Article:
In honor of Valentine’s Day, we asked what wins employees’ hearts. The answer? Say it with values statements.
Since the 1980s the percentage of computer science degrees earned by women has fallen by more than half, to 18 from 38 percent. “Every company needs technology,“ Melinda Gates told BackChannel, “and yet we’re graduating fewer women technologists. That is not good for society. We have to change it.”
We all know that ROI measures how much you gain versus what you spend. So, it stands to reason that some of your biggest ROI will come from implementing strategies that don’t cost a thing. As we wade into 2017, here are ten cultural HR strategies that offer undeniably fat ROI.
The talent landscape is about to make some sharp shifts that will require employers to get creative with how they recruit, retain, and engage their people. Keeping tabs on your education assistance program and strategically and regularly fine-tuning it can help you keep up with five big talent challenges ahead.
Employee surveys can tell you a lot about your workforce. But getting to the very specific information you need requires a leap of faith by employees. Specifically, it requires them to give up their anonymity. How can you help them feel comfortable making that leap?
We need people with the brain capacity and desire to generate brainstorms without being hamstrung by choices they made as adolescents. “Few emerging adults willing to take a chance on their business idea,” wrote the New York Times, “makes it harder for everyone else to get a job.”
Satisfying work is known to have a substantial impact on how well people do their jobs. But those same satisfying jobs can have converse effects on the work/life equation. At Biogen, that’s mean creating an evolving benefits strategy that’s gone from “need to play” to “need to win.”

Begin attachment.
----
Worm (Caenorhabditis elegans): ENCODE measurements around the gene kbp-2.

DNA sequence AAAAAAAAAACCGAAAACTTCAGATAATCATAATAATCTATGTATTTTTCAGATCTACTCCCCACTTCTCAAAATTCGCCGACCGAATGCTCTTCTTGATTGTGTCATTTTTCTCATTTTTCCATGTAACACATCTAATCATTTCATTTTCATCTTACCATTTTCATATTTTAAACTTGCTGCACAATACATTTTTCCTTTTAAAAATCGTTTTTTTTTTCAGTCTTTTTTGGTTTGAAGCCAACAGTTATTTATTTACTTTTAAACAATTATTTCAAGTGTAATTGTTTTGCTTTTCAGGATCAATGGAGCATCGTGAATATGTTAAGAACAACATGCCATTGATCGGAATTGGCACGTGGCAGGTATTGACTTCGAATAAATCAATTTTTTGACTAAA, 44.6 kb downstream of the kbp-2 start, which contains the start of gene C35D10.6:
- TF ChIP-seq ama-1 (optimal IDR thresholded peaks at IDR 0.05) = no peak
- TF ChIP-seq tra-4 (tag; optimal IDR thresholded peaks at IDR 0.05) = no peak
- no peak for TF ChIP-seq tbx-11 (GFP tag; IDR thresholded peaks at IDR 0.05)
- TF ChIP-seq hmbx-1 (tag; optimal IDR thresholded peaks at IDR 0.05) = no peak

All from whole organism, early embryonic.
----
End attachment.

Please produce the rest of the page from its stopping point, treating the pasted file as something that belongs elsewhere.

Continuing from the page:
So, how does an employer who has a workforce full of patient caregivers or teachers (or any role that’s human-labor intensive for that matter) authentically support work/life balance? The key words are FLEXIBILITY and CONTROL. Employees who feel that there is some degree of flexibility in their scheduling — and who feel they have input into how that schedule is created — are much more likely to indicate they have work/life balance.
Roughly 10% of the workforce currently supports a child with special needs. As part of Autism Awareness Month, we’re featuring weekly stories throughout April about what this means for employees and how employers can help. The following comes from Adam R. Goldberg, M.Ed, Founder & CEO of myEdGPS.
A Dream Company supports people as a company rather than individuals, and so lays the groundwork for longer lasting results than a dream job. So if the answer to giving employees their dream job is in reality to become their Dream Company, how do you become one?